The dihedral barrier-crossing dynamics of a constrained butane molecule, where only one carbon atom is allowed to move and thus the dihedral angle is the only degree of freedom (besides solvent degrees of freedom), is shown to be very different from the dynamics of a free butane, where a total of seven spatial degrees of freedom are present. This unambiguously demonstrates that friction generated by degrees of freedom that are coupled but orthogonal to the reaction coordinate (in our case, the dihedral angle) is dominant in solvated butane. By monitoring the friction, which we directly extract from the memory kernel, as a function of the solvent viscosity, we show that orthogonal degrees of freedom significantly modify the solvent friction contribution and also produce an additional contribution which does not vanish in the limit of vanishing solvent viscosity. This contribution, defined by the empirical additive formula Eq. **4**, we denote, in analogy to protein folding experiments (7, 9, 12), as internal friction, without implying that this contribution is caused by degrees of freedom that are spatially internal and thereby hidden from the solvent. Rather, the internal friction contribution in butane stems from the dynamic partitioning of energy over all degrees of freedom that are orthogonal to the reaction coordinate, which, in addition to the six spatial (consisting of three translational and three orientational degrees of freedom), also include six conjugate momentum degrees of freedom. In *SI Appendix*, we present simulations where only one carbon atom of butane is fixed and thus translational degrees of freedom are eliminated, while rotations are still possible. These results demonstrate that both translational and orientational degrees of freedom contribute rather equally to the internal friction and at the same time reduce the solvent friction contribution. This is very different from previous studies on the barrier-crossing dynamics of butane in vacuum, since in vacuum, translational degrees of freedom are decoupled because of momentum conservation (40). This means that solvent degrees of freedom strongly couple translational and orientational butane degrees of freedom to the reaction coordinate, in line with previous findings and arguments (36). It is interesting to note that the effect of orthogonal degrees of freedom is rather ambivalent in that it creates internal friction, but at the same time reduces the solvent friction contribution.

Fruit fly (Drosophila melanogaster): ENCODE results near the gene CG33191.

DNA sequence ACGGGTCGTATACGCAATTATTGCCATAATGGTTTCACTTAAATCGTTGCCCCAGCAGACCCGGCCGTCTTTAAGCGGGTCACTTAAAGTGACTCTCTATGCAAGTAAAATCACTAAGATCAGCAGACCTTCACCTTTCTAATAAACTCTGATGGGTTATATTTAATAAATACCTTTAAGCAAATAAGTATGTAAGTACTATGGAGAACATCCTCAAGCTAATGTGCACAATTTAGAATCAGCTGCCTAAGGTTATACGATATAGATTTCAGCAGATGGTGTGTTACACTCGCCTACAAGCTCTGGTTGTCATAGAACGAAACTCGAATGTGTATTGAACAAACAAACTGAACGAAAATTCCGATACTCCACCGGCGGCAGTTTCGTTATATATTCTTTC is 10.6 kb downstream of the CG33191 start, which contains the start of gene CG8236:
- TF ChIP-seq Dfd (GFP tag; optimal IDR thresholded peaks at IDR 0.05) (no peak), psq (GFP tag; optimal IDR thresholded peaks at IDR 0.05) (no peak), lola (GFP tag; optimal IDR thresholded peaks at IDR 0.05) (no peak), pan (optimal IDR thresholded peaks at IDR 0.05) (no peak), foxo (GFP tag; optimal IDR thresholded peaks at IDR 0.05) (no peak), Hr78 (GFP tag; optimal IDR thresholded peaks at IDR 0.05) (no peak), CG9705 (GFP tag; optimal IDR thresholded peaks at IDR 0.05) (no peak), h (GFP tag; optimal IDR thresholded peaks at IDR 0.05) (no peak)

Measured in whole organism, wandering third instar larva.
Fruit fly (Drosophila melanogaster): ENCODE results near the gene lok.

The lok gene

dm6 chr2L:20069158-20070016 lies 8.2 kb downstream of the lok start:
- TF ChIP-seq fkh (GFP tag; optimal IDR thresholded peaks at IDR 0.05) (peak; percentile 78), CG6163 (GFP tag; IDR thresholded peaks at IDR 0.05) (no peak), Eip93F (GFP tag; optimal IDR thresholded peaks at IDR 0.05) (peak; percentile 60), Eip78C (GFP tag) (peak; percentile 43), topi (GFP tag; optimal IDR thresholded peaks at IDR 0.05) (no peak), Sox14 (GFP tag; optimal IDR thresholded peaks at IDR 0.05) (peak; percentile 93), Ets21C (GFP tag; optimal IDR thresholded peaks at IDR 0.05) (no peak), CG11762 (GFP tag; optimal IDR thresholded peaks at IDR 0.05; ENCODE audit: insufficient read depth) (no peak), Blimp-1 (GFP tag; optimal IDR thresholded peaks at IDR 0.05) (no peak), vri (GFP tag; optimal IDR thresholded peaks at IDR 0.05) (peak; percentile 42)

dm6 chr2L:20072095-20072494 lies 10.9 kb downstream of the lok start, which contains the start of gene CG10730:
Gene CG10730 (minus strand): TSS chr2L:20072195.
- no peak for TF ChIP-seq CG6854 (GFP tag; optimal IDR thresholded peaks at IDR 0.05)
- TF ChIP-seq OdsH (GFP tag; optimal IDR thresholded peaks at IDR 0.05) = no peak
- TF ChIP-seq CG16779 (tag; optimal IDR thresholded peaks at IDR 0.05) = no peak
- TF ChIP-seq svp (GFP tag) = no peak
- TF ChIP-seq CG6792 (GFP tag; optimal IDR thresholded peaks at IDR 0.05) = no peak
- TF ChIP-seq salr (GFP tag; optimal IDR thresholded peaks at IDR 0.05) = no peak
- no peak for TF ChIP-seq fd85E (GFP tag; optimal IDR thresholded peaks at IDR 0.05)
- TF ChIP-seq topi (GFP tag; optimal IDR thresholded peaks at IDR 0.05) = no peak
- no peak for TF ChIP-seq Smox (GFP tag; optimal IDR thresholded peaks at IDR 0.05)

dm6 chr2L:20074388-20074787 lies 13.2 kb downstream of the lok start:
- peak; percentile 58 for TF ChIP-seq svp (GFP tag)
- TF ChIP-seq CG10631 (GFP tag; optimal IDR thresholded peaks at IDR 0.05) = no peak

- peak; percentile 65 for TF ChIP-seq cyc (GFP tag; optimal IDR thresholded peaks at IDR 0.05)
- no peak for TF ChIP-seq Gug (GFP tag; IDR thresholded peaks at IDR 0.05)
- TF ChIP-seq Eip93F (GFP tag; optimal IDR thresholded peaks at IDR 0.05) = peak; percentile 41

Based on our finding that already for the simplest molecule that allows for barrier crossing, internal friction dominates the dynamics, we expect that for larger and more complex molecules, which possess more orthogonal degrees of freedom, internal friction will play an even more important role for the dynamics. For macromolecular conformational transitions, for which the rate-limiting step involves dihedral angle isomerization (20, 24, 25, 54, 55), our findings constitute a mechanism for the emergence of internal friction effects. But other mechanisms, for example, based on interactions between molecular subunits, certainly also exist. Beyond these applications to polymers and proteins, dihedral isomerization of butane is also interesting in its own right and has been studied by 2D infrared spectroscopy (42). The experimental dihedral isomerization time of a butane derivative solvated in CCl_{4} was found to be in the

It would be desirable to derive the empirical Eq. **4**, which decomposes the effective friction coefficient that governs a reaction into solvent and internal contributions, from more basic considerations. In the absence of such a derivation, the good comparison between Eq. **4** and the simulation data in Fig. 4 validates the linear additivity thus only in a heuristic sense and could break down for more complicated systems.

## Materials and Methods

Simulations are carried out by using the GROMACS (Version 5.1) (56, 57) simulation package with double precision. Butane is parameterized by the GROMOS (58) united atom force field; for water, we use the SPC/E (59). model. All bond angles and bond lengths of water and butane are constrained by using the SHAKE (60) algorithm. The presence of bond angle and bond length vibrations, which we neglect, has been shown to modify the equilibrium dihedral distribution of solvated butane (32) and to also lead to interesting dynamic effects for butane in vacuum (40). Clearly, the proper account of molecular vibrations goes beyond classical simulations; the reason for freezing these internal molecular degrees of freedom in our study is to make the free-energy profiles for constrained and free butane exactly the same. We perform constant number of particles, volume, and temperature (NVT) MD simulations and vary the water molecule mass *SI Appendix*, we compare results from NVT and constant number of particles, volume, and energy simulations and demonstrate that the ensemble and thus the thermostat have no influence on our results.

## Acknowledgments

This work was supported by Deutsche Forschungsgemeinschaft Grants SFB 1078 and SFB 1114.

## Footnotes

- ↵
^{1}To whom correspondence should be addressed. Email: rnetz{at}physik.fu-berlin.de.

Author contributions: J.O.D., J.K., and R.R.N. designed research; J.O.D., J.K., and F.N.B. performed research; J.O.D. contributed new data-analysis tools; J.O.D. analyzed data; and J.O.D. and R.R.N. wrote the paper.

The authors declare no conflict of interest.

This article is a PNAS Direct Submission. D.E.M. is a guest editor invited by the Editorial Board.

This article contains supporting information online at www.pnas.org/lookup/suppl/doi:10.1073/pnas.1722327115/-/DCSupplemental.

- Copyright © 2018 the Author(s). Published by PNAS.

This open access article is distributed under Creative Commons Attribution-NonCommercial-NoDerivatives License 4.0 (CC BY-NC-ND).